Some parents have found ‘time out’ works to stop unacceptable behaviour like hitting, biting and kicking, but it should be used as a last resort. Here are some tips on how to do it safely and effectively.
Any behaviour management strategies will work best when we understand the developmental stages our children are at.
Time out doesn’t work for children under 18 months of age because they’re not old enough to understand what’s happening. With younger children distraction works best.
How does it work?
Time out works by stopping your child from getting attention. It’s about behaviour change not punishment. It also gives everyone a chance to calm down. Before using time out, talk about it with your child, explain to them what it will be used for and agree on the place where it will be.
“For time out to work, a child first needs a lot of quality time in!”
It doesn’t always mean taking your child to a separate room. For younger children, pick an area that is uninteresting, but not frightening or isolating, like a chair, step, or corner of a room. With older children, you could put them in a separate room. But again, make sure it is safe and not frightening for them.
Using time out
- Give your child a warning. Tell them what behaviour is unacceptable and say you will put them in time out if the behaviour doesn’t stop. If they stop, give them lots of praise.
- If the behaviour doesn’t stop, calmly take your child to a safe place where you can leave them for a short time. Time out works best for short periods – one minute for each year of a child’s age is enough.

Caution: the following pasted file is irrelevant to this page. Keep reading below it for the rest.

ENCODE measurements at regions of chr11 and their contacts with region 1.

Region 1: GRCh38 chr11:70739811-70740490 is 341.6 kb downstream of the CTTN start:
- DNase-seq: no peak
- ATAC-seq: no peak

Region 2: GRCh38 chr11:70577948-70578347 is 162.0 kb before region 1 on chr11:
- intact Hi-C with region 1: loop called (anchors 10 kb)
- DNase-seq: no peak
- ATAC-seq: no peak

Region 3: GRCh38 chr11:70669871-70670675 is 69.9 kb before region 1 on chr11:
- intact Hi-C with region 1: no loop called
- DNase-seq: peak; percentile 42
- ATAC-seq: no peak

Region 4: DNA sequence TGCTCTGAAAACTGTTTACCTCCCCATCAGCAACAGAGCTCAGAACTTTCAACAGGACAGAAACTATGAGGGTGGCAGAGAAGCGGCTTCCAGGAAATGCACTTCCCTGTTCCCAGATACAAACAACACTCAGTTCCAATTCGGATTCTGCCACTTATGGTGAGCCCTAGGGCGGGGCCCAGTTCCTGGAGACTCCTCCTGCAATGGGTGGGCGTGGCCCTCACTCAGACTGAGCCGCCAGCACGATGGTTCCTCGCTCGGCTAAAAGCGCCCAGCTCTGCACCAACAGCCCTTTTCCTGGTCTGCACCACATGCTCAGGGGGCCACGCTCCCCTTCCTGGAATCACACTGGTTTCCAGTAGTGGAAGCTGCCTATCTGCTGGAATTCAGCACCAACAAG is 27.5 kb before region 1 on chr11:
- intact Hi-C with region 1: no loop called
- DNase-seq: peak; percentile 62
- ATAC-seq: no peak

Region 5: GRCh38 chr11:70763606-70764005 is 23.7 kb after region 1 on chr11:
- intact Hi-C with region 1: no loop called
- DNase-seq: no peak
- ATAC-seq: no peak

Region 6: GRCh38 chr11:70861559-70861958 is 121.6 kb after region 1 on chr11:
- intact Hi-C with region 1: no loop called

- Stay calm and try not to get angry. Don’t talk to your child or give them any other attention. If your child tries to leave the time out area before time is up calmly take them back. Repeat as necessary.
- A timer can help signal clearly to everyone that time is up. Explain what happened and make sure you notice their good behaviour and give them lots of praise.
Important points to remember
- If you give a warning, follow through with it. React straight away to behaviour such as hitting – even if it’s just moving the child to a different corner of the room. If you give lots of warnings and do nothing, your child learns they can keep doing things that are unacceptable.
- Stay calm – breath deeply and remind yourself your child is young and learning.
- Always tell your child what is happening and why. If they are too upset to listen, talk to them when they are calm again.
- Don’t change your mind or negotiate during the time out time.
- Time out doesn’t work if you use it too often or for too long.
- When it’s over, it’s over. Start a new game or activity.
- Time out works best when you combine it with lots of praise for good behaviour.
P.S. Did you enjoy our how to guide about using time out effectively? Click on the buttons below to share and leave a comment with your thoughts.